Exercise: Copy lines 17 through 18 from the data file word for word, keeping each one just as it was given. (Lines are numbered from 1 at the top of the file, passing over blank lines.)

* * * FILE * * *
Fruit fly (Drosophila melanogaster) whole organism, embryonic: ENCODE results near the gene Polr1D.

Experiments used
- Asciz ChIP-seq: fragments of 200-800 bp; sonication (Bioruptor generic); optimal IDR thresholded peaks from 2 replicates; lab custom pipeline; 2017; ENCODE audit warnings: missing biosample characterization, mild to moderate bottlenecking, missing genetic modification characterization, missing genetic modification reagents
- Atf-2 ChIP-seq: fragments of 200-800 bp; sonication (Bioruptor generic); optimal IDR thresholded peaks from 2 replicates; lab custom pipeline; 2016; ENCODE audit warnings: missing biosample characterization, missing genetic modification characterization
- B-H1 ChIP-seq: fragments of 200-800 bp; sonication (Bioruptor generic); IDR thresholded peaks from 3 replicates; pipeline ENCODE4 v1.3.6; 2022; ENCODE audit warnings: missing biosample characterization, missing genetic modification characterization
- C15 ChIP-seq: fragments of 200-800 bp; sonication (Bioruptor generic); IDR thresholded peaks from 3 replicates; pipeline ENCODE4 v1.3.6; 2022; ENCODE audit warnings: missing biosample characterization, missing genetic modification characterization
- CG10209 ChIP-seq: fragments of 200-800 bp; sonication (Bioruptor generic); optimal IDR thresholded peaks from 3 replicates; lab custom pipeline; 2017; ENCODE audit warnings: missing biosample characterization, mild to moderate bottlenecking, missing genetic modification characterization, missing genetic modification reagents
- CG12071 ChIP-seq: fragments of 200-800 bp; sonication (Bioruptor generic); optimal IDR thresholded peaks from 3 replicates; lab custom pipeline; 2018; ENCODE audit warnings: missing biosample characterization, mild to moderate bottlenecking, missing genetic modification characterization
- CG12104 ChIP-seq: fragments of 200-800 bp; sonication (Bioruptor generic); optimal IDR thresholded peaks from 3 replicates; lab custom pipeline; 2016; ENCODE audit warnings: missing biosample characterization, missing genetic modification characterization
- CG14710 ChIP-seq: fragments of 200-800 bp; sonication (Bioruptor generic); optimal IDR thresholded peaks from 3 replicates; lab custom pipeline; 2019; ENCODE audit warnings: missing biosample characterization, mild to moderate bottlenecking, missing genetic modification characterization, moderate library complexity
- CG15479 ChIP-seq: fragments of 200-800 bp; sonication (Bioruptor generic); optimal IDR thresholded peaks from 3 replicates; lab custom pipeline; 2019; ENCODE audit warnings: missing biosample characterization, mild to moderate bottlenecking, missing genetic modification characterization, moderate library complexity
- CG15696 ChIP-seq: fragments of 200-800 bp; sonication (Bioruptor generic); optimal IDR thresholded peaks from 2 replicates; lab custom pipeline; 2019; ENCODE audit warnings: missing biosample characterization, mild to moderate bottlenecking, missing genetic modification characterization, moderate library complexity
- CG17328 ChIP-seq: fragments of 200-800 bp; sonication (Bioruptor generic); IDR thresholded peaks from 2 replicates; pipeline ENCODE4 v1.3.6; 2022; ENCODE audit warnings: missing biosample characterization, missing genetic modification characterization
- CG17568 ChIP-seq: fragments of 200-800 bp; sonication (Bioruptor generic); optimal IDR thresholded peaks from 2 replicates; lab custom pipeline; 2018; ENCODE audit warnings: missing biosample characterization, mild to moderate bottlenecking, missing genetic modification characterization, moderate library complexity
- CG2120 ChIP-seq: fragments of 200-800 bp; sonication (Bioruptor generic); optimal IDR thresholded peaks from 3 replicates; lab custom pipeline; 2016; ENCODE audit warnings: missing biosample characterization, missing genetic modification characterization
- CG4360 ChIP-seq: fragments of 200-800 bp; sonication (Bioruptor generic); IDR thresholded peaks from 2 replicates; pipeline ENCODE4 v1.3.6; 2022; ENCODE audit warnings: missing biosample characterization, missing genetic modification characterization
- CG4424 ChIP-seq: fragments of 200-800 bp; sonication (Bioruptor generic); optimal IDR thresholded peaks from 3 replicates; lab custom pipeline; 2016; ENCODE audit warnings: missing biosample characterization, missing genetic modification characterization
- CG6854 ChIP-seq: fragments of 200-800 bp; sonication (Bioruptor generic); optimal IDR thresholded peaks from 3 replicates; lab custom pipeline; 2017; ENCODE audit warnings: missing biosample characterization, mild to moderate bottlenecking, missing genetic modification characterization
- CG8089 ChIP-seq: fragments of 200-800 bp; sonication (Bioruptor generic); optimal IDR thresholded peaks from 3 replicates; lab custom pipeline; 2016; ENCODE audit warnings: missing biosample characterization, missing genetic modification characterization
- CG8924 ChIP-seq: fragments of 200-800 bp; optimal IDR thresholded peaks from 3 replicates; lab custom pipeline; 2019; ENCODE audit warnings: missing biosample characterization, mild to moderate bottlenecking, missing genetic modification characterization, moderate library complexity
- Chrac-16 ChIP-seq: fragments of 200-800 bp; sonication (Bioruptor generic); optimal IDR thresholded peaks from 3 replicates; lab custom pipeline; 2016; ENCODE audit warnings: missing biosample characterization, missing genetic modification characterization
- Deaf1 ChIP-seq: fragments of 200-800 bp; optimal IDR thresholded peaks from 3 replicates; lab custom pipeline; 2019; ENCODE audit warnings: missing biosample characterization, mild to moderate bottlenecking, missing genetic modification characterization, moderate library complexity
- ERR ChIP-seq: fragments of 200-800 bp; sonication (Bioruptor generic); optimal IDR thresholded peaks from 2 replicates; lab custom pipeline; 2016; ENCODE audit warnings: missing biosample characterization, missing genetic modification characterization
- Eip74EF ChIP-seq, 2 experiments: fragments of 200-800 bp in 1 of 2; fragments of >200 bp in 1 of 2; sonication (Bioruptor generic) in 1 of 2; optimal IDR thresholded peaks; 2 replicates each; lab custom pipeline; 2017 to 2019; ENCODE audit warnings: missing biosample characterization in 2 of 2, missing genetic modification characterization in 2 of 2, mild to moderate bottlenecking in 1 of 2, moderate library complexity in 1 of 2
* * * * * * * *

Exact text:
- CG4424 ChIP-seq: fragments of 200-800 bp; sonication (Bioruptor generic); optimal IDR thresholded peaks from 3 replicates; lab custom pipeline; 2016; ENCODE audit warnings: missing biosample characterization, missing genetic modification characterization
- CG6854 ChIP-seq: fragments of 200-800 bp; sonication (Bioruptor generic); optimal IDR thresholded peaks from 3 replicates; lab custom pipeline; 2017; ENCODE audit warnings: missing biosample characterization, mild to moderate bottlenecking, missing genetic modification characterization